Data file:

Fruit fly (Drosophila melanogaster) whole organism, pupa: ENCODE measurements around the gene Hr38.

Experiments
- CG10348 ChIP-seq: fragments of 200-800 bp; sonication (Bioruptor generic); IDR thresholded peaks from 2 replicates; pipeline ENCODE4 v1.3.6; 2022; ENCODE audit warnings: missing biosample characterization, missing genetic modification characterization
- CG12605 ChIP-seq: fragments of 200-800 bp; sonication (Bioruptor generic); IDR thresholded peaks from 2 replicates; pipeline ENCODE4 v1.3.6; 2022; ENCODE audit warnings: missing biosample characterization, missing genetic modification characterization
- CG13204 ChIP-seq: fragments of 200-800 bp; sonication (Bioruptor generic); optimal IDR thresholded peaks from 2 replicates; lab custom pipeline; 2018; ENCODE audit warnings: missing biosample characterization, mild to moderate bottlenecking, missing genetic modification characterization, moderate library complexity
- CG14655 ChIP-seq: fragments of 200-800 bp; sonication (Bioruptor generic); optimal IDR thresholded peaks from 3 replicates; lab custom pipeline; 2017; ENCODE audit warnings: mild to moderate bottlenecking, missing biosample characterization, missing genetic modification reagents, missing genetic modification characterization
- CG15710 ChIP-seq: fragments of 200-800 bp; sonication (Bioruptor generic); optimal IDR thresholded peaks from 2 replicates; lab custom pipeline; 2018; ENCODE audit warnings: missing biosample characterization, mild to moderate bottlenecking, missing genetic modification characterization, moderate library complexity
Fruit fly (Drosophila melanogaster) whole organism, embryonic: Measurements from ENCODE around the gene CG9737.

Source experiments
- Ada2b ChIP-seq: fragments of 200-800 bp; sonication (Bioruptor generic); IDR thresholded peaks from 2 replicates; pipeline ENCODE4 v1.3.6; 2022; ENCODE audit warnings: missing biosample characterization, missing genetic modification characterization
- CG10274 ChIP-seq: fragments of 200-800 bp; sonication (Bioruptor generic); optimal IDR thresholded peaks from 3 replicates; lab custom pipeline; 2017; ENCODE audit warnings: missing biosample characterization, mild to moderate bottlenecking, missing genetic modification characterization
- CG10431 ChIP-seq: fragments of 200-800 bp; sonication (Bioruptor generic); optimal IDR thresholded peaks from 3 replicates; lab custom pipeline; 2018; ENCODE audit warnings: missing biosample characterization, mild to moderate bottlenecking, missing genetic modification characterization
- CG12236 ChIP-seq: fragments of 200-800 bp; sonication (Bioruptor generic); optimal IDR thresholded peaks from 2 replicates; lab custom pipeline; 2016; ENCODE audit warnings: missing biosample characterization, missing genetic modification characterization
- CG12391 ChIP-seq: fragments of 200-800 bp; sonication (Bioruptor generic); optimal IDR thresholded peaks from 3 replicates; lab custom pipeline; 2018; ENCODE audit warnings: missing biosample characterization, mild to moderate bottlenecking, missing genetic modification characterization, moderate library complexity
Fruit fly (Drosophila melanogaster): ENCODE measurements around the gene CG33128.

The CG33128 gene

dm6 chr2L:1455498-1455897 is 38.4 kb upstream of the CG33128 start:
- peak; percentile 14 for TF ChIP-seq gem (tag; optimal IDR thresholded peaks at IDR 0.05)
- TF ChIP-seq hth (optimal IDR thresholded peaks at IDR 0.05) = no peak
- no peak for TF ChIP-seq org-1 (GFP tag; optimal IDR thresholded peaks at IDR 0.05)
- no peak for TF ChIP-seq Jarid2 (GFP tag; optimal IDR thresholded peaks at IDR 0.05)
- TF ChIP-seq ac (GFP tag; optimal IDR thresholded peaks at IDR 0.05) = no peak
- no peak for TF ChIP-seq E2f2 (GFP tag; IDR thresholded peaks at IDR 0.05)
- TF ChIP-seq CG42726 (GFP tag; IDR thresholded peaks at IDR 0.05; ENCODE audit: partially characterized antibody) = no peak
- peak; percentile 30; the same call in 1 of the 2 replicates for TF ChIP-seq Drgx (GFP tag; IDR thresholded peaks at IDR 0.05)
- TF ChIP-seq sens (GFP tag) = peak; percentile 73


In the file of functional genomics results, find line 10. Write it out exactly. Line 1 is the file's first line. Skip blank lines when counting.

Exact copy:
- Ada2b ChIP-seq: fragments of 200-800 bp; sonication (Bioruptor generic); IDR thresholded peaks from 2 replicates; pipeline ENCODE4 v1.3.6; 2022; ENCODE audit warnings: missing biosample characterization, missing genetic modification characterization